Book pick: 'The Vatican Diaries' by John Thavis

Vatican Diaries
The cover of "The Vatican Diaries" by John Thavis.
Courtesy of the publisher

Tom Weber's book pick this week is "The Vatican Diaries: A Behind-the-Scenes Look at the Power, Personalities and Politics at the Heart of the Catholic Church" by John Thavis.

Weber says he was fascinated by Thavis' tales of his years in Rome covering the pope and the men who fill the corridors of power in the headquarters of the Catholic Church.

"His stories include the ridiculous," Weber says, "like the time he was on a bus carrying reporters that lost its roof because it drove under a bridge that didn't have enough clearance. But Thavis also offers insight from his years as a Vatican reporter as to how recent crises in the church came to pass."

According to his website, Thavis grew up in Minnesota and graduated from St. John's University in 1973.

Thavis, who found some sources who were willing to talk and even to vent, writes: "The Vatican is as not a tight-run ship as you might think."

As the church faces important decisions on its own financial management, but also the continued fallout from the way it has handled the sex abuse crisis, Thavis offers his thoughts on what the church would have to do to property address those.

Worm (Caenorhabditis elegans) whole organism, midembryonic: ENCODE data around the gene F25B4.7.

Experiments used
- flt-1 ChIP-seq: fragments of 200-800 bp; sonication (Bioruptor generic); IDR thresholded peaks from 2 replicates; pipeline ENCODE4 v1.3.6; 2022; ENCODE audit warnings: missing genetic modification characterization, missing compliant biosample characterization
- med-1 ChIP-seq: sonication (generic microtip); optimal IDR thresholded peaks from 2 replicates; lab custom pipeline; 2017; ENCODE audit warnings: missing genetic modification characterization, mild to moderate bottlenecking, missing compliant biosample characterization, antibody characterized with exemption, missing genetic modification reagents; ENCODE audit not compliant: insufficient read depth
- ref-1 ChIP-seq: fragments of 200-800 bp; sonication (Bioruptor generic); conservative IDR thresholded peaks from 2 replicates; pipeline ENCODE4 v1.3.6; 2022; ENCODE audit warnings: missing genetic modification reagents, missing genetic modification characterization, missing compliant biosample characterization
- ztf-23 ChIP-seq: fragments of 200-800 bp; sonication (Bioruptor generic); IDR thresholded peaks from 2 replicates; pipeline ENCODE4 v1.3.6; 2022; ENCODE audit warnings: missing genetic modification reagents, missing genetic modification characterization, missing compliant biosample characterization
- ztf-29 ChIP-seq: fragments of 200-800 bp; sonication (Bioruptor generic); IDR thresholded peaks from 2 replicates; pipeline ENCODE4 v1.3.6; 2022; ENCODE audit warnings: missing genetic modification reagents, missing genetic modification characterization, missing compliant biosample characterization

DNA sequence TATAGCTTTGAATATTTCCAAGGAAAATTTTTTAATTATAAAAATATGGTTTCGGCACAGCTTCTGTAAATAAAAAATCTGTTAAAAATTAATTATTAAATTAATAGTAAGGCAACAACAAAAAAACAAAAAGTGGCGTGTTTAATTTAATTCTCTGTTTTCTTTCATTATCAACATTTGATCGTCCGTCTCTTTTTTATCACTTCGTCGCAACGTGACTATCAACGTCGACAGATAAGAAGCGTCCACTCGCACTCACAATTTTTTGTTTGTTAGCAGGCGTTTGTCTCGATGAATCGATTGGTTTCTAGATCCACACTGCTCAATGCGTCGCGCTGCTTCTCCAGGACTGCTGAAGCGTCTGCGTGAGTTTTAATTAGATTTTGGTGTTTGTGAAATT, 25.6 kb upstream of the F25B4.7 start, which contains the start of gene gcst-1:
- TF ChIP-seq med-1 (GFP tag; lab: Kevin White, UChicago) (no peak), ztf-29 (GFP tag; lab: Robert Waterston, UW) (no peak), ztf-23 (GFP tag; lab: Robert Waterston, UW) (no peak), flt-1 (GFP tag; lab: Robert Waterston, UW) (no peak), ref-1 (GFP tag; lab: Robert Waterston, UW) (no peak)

LEARN MORE ABOUT JOHN THAVIS

John Thavis is a journalist, author and speaker specializing in Vatican and religious affairs. He writes: "One reason I wrote this book is that journalists tend to focus exclusively on the Vatican's power and its institutional impact. I wanted to chronicle the human side of the Vatican -- warts and all -- that makes it such a fascinating place."

• Thavis spoke to Dave Davies of NPR's Fresh Air after Pope Benedict resigned in February. "It's amazing. It's unprecedented," Thavis says. "I would say most people around the Vatican, including journalists, are a little bit disoriented."

The Los Angeles Times spoke with Thavis in February. Despite what you may have read in thrillers like "The Da Vinci Code," the Vatican is a human place, driven by individual personalities, he says. "Sure, there's Vatican secrecy, but the fact is, if you're a reporter and want to find something out and talk to the right people, you'll find something out."

Watch a video interview with the Los Angeles Times.

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